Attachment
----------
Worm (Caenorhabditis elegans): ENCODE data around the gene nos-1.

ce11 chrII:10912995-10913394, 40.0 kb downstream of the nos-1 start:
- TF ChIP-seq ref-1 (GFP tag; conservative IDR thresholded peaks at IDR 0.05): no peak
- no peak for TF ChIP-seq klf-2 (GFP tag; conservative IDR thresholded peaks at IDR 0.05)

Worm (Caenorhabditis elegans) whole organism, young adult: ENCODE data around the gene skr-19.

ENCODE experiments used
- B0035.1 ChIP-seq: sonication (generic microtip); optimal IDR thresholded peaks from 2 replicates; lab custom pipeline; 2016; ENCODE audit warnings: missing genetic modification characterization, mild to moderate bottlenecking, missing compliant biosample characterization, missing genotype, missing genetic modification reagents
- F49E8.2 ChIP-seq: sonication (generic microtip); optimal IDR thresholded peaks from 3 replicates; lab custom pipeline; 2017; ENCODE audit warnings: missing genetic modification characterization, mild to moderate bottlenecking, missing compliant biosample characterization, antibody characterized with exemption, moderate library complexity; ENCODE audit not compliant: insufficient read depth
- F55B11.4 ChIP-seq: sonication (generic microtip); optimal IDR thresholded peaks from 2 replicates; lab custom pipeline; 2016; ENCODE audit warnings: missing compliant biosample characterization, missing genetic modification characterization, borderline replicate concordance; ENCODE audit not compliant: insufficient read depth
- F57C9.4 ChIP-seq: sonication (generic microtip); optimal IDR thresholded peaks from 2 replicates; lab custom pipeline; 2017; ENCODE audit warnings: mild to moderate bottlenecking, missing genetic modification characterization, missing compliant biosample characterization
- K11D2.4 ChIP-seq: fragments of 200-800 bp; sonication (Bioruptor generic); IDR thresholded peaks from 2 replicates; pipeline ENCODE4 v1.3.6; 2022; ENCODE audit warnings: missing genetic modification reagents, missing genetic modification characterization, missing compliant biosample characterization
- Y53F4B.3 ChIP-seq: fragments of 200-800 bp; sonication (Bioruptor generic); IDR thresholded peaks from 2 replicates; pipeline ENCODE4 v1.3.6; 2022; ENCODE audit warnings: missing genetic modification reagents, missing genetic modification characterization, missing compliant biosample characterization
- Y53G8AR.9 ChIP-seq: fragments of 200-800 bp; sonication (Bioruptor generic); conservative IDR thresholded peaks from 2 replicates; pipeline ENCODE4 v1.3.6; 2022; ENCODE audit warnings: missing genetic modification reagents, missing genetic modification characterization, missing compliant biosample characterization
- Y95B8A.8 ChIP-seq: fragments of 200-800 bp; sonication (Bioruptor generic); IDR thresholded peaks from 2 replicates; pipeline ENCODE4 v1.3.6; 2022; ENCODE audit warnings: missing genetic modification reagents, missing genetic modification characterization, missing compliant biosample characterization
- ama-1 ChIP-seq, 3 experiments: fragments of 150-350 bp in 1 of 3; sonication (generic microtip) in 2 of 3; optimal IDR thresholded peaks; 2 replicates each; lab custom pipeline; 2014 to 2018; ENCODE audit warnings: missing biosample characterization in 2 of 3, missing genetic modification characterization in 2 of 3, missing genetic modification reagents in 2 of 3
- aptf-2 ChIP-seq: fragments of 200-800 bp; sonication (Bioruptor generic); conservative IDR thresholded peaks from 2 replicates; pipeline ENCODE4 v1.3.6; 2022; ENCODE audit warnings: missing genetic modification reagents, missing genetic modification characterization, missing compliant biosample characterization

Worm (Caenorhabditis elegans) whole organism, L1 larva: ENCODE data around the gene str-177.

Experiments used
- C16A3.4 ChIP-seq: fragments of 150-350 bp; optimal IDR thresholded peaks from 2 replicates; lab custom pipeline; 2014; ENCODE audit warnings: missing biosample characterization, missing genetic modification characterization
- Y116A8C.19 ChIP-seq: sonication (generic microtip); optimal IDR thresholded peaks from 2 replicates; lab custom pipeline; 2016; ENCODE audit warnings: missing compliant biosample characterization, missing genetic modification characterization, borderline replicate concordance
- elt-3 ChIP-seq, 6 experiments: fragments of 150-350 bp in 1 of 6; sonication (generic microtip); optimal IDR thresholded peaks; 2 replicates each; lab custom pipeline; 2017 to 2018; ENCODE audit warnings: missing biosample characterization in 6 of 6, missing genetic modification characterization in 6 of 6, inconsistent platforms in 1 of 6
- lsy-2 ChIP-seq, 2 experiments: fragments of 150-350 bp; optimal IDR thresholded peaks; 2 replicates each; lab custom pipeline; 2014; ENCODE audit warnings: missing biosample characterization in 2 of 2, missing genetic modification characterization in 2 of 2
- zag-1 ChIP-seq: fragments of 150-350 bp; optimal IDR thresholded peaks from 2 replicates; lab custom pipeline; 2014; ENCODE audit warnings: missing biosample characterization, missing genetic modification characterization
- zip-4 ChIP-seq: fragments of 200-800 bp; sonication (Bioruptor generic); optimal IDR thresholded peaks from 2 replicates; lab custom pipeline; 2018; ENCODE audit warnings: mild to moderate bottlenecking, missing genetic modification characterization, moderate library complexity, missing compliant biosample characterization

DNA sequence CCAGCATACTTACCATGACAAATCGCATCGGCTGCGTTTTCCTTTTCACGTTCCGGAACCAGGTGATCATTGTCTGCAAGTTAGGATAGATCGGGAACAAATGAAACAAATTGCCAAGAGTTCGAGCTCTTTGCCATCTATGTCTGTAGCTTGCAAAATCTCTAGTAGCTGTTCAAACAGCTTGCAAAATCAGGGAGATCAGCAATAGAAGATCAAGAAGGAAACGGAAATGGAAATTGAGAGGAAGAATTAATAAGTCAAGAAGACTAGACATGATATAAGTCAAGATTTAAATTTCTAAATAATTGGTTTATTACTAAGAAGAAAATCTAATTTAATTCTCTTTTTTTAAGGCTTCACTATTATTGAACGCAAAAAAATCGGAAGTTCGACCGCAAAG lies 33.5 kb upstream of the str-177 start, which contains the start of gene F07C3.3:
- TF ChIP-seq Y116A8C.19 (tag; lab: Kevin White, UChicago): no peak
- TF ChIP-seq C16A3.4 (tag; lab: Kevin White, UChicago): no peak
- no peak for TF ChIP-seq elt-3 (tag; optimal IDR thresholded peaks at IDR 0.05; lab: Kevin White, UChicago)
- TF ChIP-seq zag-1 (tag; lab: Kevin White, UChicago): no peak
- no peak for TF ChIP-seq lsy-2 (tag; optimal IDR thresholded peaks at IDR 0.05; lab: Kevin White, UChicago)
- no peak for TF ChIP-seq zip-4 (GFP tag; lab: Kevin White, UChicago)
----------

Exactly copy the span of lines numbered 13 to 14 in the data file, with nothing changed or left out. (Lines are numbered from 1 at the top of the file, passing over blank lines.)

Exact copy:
- Y53G8AR.9 ChIP-seq: fragments of 200-800 bp; sonication (Bioruptor generic); conservative IDR thresholded peaks from 2 replicates; pipeline ENCODE4 v1.3.6; 2022; ENCODE audit warnings: missing genetic modification reagents, missing genetic modification characterization, missing compliant biosample characterization
- Y95B8A.8 ChIP-seq: fragments of 200-800 bp; sonication (Bioruptor generic); IDR thresholded peaks from 2 replicates; pipeline ENCODE4 v1.3.6; 2022; ENCODE audit warnings: missing genetic modification reagents, missing genetic modification characterization, missing compliant biosample characterization